Hiring Exceptional Talent is a skill and as with any skill it must be practiced and honed to become highly effective.  Preparation is key.  Before conducting your first interview, you need to do your homework.  Here are several very important steps which need to be taken before you schedule the first interview:

  1. Define your Success Criteria for the Role 

To hire an exceptional candidate, you have to define what exceptional is in your mind.  You need to take the time to write down this criteria.  Don’t just ‘think’ about it – this needs to be clearly defined:

  • What will an exceptional candidate need to achieve in their first 90 days?
  • What are the hard skills they need to get off to a good start?
  • Which of those skills are absolutely critical?
  • Which can be honed or learned within that 90 day period.

Imagine if you hired the perfect person, and a year from now you’re about to enthusiastically issue them a check for the maximum bonus they could earn:

  • What will they have accomplished for you?
  • How will your organization run better?
  • What revenues will they have generated?
  • What new processes will they have created?
  • What load will they have taken off of your shoulders?

From these accomplishments, find the common threat between them and narrow it down a list of 3 to 5 key success factors or attributes this person needs to have or achieve to be considered an exceptional hire.

Most hiring managers never take the time to define this step and allow interviews to wander all over the place.  Defining this criteria up front will provide you with a strong interview foundation which will lead to better hires.

  1. Create Questions around your Success Criteria

Look back at your success factors.  What questions do you need to ask to uncover if a candidate can achieve those?   Write down these questions.  What experiences does a candidate need to have to prove they can do it again?

Questions like “Give me an example of how you ….” instead of “Do you have this skill?” are much more effective in understanding a candidates’ breath of experience.  Questions like:

  • Tell me how you were able to exceed that quota.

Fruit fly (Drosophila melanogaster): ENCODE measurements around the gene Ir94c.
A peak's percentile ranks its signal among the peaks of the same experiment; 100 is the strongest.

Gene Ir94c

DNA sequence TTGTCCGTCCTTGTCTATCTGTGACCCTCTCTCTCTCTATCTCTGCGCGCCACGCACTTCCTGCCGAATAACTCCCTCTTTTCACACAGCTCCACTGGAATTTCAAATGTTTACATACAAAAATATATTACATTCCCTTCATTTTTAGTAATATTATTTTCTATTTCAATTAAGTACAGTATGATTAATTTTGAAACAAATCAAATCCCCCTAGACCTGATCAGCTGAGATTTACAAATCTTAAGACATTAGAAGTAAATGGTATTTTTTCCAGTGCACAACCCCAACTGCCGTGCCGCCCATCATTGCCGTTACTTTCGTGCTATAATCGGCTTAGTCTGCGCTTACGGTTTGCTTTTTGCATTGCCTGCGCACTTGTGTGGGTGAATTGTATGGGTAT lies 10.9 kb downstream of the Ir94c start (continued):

• Why did you decided to use that technology?
  • What processes did you put in place to make you more effective?
  • What method did you use to come up with that ROI?

Interviews should be conversational but knowing these criteria and questions up front will allow you to intertwine them throughout the interview.

  1. Analyze the Resume

Too often, hiring managers, wait until the candidate sits down before they even start looking at the resume.  Again, interview prep is critical to getting this right.  Would you walk into a new client prospect without being prepared?  Hiring an employee can have the same revenue effect.   The wrong hire could cost you hundreds of thousands of dollars.  The right hire can make you hundreds of thousands of dollars.  Spend the 15 minutes prior to an interview to review and highlight areas which you need more information such as:

  • Are there employment gaps?   If so, ask about them. It may help uncover if this person is a job hopper or if he or she has a difficult personality that results in terminations.
  • If they have a short term job, ask if you could speak with that manager for a reference?  This can be one of the most revealing questions.  Be aware of what their non-verbal communication are saying too.
  • Does his/her career progression make sense?
  • Did they make a lateral move or change industries abruptly?
  • Ask which position was most challenging and/or most rewarding?
  • Where did they achieve the most / the least?
  • Who was their best manager and why?
  1. Dig Deeper

Most of the time candidates will come into an interview with stock answers and examples.  It is your job to get beyond the stock answers.  Follow up questions are critical in revealing a candidates motivations, attitude and aptitude.  Ask follow up questions like:

  • “Tell me more about …..”
  • “Why did you ….”
  • “Can you give me another example?”

When a candidate runs out of a stock answer, their true character comes out.  When you feel you are getting a stock answer, don’t rush to move on, dig deeper to see what lies under it.

  1. Be Consistent Across All Candidates

Hiring managers a notorious for ‘going with the flow’ of the conversation which makes comparing candidates very difficult.  If you are truly trying to uncover an exceptional candidate, you must be methodically comparing them.  Using the same basic format and questions simplifies the evaluation process.

Writing down how a candidate ranks against the predefined success criteria during and immediately after the interview process is critical.  We often think we will remember the specifics around a candidate’s interview but often after multiple candidates are interviewed and weeks go by, those conversations all blend together.

Taking notes about how each candidate addresses each of your success criteria eases your mind and speeds up the hiring decision process.

By training yourself on how to be a better interviewer, will directly result in you making better hires enabling you to surround yourself with an exceptional team.

Other Candidate Interviewing Resources:

By | 2018-07-29T09:25:56+00:00 June 15th, 2018|Employers|